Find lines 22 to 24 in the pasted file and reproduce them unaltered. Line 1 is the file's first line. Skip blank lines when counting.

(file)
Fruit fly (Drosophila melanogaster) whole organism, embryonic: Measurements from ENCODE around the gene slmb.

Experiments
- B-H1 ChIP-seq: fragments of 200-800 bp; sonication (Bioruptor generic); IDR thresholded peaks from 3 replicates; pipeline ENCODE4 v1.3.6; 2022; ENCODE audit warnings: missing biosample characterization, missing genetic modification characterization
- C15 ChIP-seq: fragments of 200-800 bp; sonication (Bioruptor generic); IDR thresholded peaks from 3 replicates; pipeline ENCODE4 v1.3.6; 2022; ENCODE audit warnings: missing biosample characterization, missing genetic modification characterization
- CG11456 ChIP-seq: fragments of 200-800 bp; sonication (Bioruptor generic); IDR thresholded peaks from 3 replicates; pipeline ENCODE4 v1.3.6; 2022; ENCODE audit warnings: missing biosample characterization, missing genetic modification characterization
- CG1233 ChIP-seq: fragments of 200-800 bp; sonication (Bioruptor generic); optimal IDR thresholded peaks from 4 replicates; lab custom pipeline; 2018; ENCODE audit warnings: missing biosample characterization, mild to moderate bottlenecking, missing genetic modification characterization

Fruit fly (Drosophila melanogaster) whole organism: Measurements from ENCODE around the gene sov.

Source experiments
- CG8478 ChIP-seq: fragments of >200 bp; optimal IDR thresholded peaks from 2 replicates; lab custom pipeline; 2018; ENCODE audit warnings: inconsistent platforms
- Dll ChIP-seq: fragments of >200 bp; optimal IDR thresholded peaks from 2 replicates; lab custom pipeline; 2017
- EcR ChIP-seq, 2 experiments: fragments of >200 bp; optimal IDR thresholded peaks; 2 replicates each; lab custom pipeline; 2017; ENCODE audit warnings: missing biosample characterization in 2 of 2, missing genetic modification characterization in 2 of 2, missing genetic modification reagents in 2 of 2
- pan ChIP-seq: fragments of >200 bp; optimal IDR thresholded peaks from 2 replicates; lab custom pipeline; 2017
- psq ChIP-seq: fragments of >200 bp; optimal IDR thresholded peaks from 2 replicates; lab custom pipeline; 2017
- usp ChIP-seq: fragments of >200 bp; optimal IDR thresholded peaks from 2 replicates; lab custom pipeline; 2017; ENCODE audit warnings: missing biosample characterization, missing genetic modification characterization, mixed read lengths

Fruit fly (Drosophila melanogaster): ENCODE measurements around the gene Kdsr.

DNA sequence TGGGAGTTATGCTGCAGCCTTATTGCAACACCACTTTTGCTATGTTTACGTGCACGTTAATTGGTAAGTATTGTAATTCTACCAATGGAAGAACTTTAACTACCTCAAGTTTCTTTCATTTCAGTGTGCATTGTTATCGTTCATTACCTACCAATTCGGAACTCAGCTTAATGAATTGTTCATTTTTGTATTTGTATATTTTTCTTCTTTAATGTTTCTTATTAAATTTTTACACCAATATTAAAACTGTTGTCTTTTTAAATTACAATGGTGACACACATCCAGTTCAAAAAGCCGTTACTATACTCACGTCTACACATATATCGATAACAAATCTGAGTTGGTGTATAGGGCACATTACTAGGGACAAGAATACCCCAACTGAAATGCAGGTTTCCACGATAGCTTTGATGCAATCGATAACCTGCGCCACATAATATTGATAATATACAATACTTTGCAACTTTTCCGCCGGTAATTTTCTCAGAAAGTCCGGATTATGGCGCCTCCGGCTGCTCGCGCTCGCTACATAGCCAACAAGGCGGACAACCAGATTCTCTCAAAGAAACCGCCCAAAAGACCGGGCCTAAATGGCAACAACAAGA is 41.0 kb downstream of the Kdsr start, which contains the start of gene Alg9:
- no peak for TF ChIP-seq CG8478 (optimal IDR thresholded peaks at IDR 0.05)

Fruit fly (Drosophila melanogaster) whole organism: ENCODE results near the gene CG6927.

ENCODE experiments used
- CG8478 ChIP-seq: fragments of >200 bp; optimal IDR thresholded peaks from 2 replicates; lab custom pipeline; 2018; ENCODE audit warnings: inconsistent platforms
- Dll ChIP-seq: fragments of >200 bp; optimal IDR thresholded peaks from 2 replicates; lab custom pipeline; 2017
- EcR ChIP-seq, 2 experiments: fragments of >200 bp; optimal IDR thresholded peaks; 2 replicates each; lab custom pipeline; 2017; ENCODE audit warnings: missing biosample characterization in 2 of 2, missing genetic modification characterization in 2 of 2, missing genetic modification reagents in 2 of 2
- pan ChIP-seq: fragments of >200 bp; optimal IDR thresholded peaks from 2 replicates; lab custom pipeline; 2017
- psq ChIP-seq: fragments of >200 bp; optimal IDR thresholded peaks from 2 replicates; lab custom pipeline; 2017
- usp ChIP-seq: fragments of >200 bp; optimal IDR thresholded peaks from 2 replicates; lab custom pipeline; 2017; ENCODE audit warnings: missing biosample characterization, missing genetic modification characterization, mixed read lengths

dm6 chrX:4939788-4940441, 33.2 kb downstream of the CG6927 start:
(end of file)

- EcR ChIP-seq, 2 experiments: fragments of >200 bp; optimal IDR thresholded peaks; 2 replicates each; lab custom pipeline; 2017; ENCODE audit warnings: missing biosample characterization in 2 of 2, missing genetic modification characterization in 2 of 2, missing genetic modification reagents in 2 of 2
- pan ChIP-seq: fragments of >200 bp; optimal IDR thresholded peaks from 2 replicates; lab custom pipeline; 2017
- psq ChIP-seq: fragments of >200 bp; optimal IDR thresholded peaks from 2 replicates; lab custom pipeline; 2017